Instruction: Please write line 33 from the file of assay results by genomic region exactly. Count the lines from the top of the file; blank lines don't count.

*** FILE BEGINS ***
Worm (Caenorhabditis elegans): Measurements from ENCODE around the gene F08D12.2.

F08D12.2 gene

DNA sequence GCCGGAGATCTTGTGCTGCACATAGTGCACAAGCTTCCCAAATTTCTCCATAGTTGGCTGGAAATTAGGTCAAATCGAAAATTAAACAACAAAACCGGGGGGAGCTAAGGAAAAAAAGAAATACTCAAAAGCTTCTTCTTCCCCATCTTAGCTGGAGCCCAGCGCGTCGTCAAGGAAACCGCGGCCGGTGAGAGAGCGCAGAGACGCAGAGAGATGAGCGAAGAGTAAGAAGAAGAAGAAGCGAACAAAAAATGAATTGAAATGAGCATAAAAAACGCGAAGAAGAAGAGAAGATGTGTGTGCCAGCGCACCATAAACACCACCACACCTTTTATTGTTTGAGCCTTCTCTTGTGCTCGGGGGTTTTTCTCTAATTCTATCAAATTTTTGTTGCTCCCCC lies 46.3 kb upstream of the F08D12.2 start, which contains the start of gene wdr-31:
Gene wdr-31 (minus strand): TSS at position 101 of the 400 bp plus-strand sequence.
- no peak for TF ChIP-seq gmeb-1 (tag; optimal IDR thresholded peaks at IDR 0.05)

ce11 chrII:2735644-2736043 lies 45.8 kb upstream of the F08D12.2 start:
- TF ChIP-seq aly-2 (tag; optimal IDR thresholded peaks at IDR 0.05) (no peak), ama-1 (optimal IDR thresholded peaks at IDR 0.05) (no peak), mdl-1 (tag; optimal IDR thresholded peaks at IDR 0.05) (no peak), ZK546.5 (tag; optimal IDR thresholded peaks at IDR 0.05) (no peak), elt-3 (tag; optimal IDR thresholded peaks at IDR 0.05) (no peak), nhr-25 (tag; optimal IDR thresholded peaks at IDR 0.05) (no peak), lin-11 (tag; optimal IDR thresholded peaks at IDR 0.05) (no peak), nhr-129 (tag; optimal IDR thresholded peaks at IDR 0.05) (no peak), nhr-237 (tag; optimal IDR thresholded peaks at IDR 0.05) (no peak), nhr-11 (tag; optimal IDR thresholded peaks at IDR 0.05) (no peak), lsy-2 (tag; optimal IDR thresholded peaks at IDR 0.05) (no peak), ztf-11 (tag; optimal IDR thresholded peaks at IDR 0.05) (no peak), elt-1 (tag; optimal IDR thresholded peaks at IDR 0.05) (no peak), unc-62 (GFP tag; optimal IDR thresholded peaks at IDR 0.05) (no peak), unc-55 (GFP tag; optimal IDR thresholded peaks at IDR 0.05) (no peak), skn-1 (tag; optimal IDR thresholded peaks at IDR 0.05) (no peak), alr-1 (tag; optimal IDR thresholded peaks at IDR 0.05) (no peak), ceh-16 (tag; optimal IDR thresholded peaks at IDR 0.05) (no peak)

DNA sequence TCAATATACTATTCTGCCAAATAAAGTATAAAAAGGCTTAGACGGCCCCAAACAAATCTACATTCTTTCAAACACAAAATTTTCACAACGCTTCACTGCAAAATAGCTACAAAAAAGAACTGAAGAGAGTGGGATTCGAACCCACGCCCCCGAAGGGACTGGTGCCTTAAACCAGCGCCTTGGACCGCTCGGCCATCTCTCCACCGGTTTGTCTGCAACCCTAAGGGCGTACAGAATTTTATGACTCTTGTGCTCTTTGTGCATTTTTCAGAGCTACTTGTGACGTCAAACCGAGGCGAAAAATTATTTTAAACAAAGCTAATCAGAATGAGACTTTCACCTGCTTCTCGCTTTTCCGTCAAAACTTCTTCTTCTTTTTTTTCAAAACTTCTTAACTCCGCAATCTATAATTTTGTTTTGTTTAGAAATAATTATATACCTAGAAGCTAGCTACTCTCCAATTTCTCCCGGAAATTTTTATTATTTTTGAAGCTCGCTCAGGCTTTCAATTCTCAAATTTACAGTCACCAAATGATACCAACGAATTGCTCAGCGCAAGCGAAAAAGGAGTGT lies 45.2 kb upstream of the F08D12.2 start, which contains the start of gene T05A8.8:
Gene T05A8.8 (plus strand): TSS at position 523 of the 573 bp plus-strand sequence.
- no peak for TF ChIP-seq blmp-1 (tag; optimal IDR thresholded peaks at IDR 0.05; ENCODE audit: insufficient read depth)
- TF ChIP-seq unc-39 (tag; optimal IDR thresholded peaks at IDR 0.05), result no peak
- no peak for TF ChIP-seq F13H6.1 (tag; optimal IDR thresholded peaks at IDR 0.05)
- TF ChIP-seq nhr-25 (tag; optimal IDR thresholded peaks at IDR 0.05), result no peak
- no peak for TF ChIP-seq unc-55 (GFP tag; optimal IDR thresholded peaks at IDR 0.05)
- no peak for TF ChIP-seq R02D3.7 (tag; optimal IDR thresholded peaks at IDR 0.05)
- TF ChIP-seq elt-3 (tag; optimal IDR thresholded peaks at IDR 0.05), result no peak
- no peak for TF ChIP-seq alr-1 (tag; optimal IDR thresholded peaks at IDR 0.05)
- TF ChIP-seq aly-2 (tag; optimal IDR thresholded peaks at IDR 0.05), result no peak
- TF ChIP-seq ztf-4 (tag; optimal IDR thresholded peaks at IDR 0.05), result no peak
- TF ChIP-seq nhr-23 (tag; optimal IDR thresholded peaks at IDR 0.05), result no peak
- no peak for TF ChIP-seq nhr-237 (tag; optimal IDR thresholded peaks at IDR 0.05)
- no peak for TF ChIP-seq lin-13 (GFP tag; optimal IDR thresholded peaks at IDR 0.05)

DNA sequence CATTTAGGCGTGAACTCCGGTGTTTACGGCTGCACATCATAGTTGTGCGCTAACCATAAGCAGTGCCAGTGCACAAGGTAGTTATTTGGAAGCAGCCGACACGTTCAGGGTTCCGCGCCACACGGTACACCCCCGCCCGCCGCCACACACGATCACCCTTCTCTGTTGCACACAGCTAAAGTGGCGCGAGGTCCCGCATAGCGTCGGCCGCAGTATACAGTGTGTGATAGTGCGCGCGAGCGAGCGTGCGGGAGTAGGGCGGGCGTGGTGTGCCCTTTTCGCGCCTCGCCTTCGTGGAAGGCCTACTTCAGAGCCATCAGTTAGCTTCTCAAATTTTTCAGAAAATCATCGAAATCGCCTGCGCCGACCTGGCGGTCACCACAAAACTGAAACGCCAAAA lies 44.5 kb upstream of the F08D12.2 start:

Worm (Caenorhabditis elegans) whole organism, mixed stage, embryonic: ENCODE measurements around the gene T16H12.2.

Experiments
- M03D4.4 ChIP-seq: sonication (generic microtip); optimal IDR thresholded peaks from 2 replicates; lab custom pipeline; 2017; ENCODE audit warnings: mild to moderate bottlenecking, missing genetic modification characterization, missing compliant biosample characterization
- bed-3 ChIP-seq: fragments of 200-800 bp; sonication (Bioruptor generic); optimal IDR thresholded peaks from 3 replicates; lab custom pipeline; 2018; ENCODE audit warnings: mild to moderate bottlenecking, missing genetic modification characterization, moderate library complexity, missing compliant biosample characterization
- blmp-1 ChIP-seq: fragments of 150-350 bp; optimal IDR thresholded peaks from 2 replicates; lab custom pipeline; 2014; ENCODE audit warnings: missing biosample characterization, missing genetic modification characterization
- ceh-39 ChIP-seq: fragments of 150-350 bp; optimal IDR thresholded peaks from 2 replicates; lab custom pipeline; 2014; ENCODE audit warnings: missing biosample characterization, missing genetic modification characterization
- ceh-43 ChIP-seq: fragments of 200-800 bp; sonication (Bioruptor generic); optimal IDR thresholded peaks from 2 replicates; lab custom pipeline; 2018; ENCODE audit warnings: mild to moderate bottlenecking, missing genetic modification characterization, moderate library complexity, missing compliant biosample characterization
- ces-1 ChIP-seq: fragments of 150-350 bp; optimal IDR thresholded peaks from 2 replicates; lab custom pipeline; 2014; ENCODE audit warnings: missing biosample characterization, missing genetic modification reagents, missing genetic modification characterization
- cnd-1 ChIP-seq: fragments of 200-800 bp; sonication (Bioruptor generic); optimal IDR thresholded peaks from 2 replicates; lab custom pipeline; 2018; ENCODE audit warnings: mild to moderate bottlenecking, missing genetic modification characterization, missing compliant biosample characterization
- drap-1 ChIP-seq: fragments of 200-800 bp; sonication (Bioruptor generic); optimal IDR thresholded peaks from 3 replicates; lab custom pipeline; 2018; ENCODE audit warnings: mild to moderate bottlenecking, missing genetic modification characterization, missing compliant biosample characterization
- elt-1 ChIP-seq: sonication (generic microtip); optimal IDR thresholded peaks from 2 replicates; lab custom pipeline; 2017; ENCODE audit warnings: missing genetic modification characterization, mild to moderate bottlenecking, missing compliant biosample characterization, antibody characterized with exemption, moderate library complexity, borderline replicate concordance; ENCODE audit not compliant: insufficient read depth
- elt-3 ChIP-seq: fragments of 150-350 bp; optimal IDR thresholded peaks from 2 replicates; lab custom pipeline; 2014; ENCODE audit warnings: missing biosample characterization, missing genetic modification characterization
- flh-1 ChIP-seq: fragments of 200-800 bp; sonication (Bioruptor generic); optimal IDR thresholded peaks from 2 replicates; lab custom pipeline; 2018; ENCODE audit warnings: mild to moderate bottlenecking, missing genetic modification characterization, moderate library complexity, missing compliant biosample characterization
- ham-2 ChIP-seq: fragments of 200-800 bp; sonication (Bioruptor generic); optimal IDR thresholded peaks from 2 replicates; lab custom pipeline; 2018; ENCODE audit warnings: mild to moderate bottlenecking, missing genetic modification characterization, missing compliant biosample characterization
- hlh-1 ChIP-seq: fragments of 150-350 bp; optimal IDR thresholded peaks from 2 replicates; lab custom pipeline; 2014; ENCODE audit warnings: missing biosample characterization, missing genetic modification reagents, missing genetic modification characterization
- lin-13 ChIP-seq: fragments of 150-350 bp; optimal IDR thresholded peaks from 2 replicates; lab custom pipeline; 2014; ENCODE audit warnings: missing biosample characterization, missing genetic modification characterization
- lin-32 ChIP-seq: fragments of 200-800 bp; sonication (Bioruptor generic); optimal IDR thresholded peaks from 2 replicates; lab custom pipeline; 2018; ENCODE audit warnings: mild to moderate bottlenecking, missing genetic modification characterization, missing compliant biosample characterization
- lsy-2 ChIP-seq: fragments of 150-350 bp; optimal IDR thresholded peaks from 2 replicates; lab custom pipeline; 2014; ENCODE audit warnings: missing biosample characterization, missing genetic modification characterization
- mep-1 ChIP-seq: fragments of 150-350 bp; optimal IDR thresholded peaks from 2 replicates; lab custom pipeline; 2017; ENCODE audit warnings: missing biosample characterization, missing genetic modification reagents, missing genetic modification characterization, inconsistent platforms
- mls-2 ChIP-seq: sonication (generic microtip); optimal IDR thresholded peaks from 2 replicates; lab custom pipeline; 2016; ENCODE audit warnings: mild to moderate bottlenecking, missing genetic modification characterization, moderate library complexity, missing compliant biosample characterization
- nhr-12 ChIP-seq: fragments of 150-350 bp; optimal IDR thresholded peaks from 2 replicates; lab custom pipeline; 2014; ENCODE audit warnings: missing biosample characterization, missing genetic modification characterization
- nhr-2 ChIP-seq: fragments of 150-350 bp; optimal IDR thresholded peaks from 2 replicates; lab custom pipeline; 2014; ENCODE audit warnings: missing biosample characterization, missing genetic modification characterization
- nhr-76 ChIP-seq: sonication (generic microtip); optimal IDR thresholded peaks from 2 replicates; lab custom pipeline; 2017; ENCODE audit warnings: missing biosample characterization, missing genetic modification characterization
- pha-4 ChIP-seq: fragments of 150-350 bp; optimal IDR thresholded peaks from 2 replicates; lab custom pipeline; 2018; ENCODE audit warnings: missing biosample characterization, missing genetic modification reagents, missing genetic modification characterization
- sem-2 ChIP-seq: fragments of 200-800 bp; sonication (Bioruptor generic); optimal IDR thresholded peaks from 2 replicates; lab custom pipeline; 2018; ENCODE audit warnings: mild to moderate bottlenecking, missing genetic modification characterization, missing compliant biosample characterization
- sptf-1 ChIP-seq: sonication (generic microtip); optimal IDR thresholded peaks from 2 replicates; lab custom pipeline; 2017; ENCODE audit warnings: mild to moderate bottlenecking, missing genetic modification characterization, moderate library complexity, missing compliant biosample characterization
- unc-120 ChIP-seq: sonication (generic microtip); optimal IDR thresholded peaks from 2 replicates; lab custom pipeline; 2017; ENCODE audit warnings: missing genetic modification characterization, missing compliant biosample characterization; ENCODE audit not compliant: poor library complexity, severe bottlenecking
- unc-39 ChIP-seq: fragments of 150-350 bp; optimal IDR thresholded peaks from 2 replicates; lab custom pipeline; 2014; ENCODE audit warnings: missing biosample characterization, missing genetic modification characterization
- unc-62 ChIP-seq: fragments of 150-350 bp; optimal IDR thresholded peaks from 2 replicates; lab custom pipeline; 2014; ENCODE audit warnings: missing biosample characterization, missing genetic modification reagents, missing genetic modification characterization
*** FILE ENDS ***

- drap-1 ChIP-seq: fragments of 200-800 bp; sonication (Bioruptor generic); optimal IDR thresholded peaks from 3 replicates; lab custom pipeline; 2018; ENCODE audit warnings: mild to moderate bottlenecking, missing genetic modification characterization, missing compliant biosample characterization